The Slave Next Door
Hanging Captain Gordon

The Slave Next Door

  1. In what ways is today’s slavery different from that of pre-Civil War days?

  2. What types of slavery can be found in America today?

  3. What is the difference between human trafficking and slavery?

  4. Who are the victims? Where do they come from, and why do they come here?

  5. Are U.S. citizens safe from slavery? Discuss.

  6. Where is slavery practiced in the United States?

  7. In what ways has the federal government been unwittingly complicit in human trafficking?

  8. Why is slavery today so difficult to identify?

  9. Why are slavers and traffickers so hard to convict?

  10. Is race an issue in modern-day slavery? What do we mean by “equal opportunity” slavery?

  11. What is meant by a “bundle” of crimes accompanying modern-day slavery? Name some of these other offenses and discuss their significance.

  12. What should you do if you think you’ve uncovered a trafficking or slavery situation?

  13. What can you do as a citizen to join the fight against slavery in America?

Hanging Captain Gordon

  1. What was the nature and extent of America's participation in the African Slave Trade?

  2. The North had abolished slavery, state by state, years earlier; why was there not more of an outcry against Northern slavers?

  3. What aspects of New York City made it the ideal center for the slave trade? In what ways are those aspects in place for the slave trade of today?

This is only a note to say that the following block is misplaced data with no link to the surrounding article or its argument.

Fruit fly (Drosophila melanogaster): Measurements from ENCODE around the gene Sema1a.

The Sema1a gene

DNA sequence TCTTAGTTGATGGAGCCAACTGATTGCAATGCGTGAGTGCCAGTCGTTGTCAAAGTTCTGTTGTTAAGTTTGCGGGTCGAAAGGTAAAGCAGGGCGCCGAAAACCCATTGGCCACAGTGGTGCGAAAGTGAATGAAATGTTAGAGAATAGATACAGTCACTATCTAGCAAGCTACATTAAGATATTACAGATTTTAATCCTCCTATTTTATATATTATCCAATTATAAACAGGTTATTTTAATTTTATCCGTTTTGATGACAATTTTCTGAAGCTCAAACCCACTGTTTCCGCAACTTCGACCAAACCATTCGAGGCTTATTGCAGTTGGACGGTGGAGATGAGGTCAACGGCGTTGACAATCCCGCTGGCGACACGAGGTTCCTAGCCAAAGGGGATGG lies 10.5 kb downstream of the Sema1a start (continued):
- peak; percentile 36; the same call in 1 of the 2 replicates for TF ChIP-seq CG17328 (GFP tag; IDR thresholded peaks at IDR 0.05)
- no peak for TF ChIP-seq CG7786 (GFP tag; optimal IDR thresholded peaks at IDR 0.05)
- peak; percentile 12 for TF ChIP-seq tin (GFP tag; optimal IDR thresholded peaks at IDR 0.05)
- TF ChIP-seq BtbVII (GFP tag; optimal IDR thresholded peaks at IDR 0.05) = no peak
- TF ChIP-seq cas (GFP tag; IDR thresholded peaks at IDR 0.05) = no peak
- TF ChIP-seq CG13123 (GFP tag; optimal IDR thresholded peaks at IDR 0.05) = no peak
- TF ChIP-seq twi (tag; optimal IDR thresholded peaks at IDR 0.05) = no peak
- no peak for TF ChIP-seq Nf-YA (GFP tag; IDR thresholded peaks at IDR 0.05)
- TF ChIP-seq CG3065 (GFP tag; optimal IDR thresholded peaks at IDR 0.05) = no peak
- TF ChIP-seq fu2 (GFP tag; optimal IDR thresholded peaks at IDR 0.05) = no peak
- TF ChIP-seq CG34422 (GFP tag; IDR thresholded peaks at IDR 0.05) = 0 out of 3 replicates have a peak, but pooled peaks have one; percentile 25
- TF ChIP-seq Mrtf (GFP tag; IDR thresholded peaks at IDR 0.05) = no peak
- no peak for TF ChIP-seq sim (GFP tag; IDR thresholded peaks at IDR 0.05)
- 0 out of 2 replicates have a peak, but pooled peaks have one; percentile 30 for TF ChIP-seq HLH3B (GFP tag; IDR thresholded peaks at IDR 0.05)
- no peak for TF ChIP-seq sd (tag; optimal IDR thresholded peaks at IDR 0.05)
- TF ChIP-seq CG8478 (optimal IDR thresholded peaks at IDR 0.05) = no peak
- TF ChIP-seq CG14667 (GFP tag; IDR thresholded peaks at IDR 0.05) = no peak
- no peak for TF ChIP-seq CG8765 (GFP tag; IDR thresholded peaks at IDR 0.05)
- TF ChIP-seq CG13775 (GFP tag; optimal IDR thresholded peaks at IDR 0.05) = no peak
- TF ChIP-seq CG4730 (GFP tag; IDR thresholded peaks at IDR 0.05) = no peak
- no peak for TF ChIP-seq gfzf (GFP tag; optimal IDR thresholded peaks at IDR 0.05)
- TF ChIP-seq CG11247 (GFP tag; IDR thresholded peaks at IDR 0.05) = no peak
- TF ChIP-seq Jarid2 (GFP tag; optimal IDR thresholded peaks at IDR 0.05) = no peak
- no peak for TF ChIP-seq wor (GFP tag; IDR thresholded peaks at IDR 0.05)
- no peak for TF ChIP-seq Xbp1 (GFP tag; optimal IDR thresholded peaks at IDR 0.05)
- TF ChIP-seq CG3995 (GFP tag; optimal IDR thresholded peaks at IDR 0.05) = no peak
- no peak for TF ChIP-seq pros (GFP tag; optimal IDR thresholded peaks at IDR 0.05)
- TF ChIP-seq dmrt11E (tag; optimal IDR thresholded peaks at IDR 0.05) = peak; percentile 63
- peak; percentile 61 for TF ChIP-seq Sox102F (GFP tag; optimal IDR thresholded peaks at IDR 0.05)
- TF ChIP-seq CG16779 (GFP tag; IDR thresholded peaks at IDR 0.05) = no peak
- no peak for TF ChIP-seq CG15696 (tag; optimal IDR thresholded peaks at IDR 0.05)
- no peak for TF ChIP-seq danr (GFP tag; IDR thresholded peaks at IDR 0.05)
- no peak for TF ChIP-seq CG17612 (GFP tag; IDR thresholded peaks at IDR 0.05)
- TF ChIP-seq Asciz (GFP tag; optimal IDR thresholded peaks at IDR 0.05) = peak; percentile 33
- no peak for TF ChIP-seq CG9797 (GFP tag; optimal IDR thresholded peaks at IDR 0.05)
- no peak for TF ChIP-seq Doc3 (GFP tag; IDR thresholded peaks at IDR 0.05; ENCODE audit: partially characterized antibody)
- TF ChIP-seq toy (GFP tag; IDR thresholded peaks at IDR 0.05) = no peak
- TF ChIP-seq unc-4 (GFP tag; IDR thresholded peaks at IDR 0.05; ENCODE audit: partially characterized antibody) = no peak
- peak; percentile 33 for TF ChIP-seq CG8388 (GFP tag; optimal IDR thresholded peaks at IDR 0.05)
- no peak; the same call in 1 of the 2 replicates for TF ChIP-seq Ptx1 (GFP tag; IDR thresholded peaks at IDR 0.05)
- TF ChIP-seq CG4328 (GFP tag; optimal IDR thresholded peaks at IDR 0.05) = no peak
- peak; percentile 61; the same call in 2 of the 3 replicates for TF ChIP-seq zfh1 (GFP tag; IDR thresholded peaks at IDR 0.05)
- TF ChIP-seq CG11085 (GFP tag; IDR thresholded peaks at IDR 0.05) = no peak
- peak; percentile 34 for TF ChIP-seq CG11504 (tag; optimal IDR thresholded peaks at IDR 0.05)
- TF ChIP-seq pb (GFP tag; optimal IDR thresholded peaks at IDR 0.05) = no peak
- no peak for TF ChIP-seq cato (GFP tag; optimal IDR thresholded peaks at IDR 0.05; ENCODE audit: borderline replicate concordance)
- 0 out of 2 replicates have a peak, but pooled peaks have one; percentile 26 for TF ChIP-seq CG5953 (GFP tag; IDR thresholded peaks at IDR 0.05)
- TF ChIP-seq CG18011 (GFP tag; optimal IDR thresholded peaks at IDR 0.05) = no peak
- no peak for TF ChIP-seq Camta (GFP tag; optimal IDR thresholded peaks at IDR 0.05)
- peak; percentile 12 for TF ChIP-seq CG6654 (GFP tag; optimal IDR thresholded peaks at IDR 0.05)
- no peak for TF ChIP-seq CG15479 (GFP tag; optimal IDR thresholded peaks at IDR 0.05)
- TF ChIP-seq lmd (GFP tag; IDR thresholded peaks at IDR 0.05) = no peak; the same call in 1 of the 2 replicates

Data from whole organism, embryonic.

4. Do you consider the North as culpable as the South in regard to slavery?

  5. Discuss the South's motives in wishing to see an end to the slave trade.

  6. Why do you think the government failed to support and enforce the slave trade laws?

  7. Why was there not a greater sense of outrage on the part of Americans in general over the horrors of the slave trade?

  8. Discuss the moral distinction made during the 19th century between slavery and the slave trade.

  9. Was America justified in her fear of British interference with her ships at sea?

  10. Should Gordon have been spared?

  11. What would you have done in Lincoln's position?

  12. What are your sympathies for Gordon's wife? Discuss based on the premise that she had/ had not been aware of her husband's career.

  13. How effective in curbing the slave trade was the execution of only one man? Was it all that had been hoped for?

  14. E. Delafield Smith professed his intention to punish one man from each of the branches of the slave trade: one who owned and outfitted the ship, one who falsely bonded the ship, and one who sailed the ship. How effective do you think this plan was, and what could he have done to have made it more effective?

  15. Did Smith fail in his duty in the trials following Gordon's death? What about Nelson and Shipman?

  16. Smith wrote that a pardon for Blumenberg and Horn would make a pointless mockery of Gordon's death, yet Lincoln pardoned them both. Do you agree with his decision?

  17. What are the similarities between the African Slave Trade and the practice of human trafficking today? The differences?

  18. Why is modern-day slave trafficking so much harder to combat than in Gordon's time?

  19. What more can the government do to impact the slave trade of today?

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